This past Sunday, the 27-year-old rapper named five fellow singers and a duo on his SNS account, saying, "I wish I could do music hoarding like these people."
Park was alluding to his suspicion that they had their music downloaded and purchased in large quantities to boost their numbers on sales charts.
The six named included the long-running ballad duo Vibe, as well as rising singers like Song Ha-yea, Lim Jae-hyun and Hwang In-wook, whose latest songs dominated online music charts through the summer and autumn seasons.
As the message created wild controversies, Park deleted it the same day.
But all the six accused artists came forward the next day, denying the suspected "hoarding" and vowing to take legal actions against Park for online defamation.
"We express deep regrets over the unfounded rumor," Vibe's management agency Major 9 said in a statement, adding, "In order to correct the controversy, (we) will address the matter strictly in accordance with legal procedures."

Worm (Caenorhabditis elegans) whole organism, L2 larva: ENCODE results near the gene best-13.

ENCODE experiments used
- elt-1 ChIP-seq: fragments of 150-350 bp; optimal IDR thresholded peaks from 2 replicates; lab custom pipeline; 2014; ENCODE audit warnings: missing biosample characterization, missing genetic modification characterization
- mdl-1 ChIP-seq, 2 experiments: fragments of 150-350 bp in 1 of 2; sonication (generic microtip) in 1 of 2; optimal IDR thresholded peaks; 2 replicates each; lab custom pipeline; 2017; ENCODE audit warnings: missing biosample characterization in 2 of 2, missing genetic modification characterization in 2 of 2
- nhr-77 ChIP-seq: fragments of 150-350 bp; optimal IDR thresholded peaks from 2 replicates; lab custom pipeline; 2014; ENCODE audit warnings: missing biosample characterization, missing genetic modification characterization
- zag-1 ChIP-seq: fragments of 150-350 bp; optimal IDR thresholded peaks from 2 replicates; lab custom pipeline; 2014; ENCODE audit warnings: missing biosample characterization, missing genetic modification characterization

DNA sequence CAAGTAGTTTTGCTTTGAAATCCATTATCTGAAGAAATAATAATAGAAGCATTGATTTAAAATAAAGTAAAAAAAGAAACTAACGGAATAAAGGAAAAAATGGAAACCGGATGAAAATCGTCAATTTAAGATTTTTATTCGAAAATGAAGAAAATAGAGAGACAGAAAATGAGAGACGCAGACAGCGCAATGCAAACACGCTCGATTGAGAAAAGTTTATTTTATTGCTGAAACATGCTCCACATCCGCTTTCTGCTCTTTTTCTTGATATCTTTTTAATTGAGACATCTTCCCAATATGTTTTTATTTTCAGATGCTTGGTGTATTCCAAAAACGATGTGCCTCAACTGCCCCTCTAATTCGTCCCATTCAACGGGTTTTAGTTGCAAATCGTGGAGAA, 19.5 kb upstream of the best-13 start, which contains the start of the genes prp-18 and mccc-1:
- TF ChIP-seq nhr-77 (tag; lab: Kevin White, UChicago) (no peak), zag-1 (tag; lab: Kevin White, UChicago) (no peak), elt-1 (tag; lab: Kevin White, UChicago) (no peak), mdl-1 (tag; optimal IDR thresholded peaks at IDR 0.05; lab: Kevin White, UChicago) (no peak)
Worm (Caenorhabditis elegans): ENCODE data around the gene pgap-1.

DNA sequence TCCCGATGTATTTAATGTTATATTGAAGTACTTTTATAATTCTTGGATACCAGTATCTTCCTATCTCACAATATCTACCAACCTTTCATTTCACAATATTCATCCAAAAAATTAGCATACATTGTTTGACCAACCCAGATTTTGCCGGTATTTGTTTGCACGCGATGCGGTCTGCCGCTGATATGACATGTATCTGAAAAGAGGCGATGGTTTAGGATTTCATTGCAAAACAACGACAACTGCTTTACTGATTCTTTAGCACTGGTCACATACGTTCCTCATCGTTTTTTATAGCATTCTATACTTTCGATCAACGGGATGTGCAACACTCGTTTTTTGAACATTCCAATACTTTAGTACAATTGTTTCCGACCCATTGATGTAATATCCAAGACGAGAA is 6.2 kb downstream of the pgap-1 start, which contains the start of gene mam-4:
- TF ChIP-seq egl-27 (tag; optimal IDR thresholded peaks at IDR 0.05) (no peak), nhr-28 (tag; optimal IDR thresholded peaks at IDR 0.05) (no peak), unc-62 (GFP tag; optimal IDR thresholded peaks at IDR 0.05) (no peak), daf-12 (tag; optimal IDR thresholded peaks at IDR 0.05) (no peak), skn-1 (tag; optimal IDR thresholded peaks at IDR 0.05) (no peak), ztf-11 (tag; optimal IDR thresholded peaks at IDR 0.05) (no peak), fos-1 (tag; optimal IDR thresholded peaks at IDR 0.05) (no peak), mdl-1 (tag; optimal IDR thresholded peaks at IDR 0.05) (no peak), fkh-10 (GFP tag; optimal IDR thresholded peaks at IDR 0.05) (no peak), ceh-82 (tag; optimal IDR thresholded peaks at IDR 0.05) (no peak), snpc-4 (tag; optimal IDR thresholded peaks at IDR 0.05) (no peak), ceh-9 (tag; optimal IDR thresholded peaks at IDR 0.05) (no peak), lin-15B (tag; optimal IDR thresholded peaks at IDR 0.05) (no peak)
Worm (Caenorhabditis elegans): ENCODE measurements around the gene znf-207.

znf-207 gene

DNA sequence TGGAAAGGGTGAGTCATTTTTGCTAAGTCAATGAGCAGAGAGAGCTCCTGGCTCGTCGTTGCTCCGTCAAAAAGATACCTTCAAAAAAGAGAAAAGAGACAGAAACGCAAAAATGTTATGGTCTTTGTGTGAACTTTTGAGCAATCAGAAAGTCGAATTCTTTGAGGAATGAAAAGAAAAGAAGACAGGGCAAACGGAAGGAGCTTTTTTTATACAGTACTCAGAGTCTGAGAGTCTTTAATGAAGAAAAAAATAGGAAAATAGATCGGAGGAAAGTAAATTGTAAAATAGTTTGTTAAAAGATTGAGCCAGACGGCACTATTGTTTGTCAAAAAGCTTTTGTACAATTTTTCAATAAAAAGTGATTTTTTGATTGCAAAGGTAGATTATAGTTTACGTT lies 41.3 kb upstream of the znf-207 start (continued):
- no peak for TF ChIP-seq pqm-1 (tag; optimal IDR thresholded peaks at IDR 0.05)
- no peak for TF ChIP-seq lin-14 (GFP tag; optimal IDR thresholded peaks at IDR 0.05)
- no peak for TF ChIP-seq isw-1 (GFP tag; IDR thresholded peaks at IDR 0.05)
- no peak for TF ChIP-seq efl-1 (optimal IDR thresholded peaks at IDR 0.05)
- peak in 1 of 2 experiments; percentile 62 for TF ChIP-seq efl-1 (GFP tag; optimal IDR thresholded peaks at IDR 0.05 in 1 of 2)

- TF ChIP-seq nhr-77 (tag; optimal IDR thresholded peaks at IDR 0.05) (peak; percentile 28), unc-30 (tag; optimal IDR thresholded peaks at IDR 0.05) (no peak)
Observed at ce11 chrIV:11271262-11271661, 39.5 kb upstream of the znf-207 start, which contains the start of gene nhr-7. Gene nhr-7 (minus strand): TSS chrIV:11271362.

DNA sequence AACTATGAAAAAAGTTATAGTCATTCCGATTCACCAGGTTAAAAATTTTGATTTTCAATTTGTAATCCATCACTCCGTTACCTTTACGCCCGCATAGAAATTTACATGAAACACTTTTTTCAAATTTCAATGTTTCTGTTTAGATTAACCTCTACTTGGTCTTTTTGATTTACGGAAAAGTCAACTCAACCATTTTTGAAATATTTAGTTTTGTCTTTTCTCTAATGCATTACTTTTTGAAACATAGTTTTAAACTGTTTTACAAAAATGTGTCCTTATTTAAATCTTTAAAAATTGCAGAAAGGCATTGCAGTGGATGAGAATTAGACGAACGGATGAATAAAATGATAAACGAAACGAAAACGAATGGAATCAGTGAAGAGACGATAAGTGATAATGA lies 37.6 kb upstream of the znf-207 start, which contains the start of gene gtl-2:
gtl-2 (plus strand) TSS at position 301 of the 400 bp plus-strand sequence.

Lim's agency also vowed "to hold (Park) legally accountable for spreading false rumors and to review legal action."
Vibe, Song and other artists followed up on the pledges, by officially filing a defamation suit against the Block B member Thursday.
Block B's agency, Seven Seasons, issued an apology to the accused artists on behalf of Park, but it also vowed to fight back legally to defend Park's online claims.
"We wish that rumors about today's pop music charts in which everybody suspects each other and falls victim could be clearly illuminated through this case," according to Seven Seasons.
The K-pop music scene has seen recurring accusations of music hoarding schemes in recent years although none of the accusations have been verified.
Under the current law on the promotion of the music industry, stockpiling CDs or online downloads of a music album or single is subject to a prison sentence of up to two years or a fine of up to 20 million won ($16,930). (Yonhap)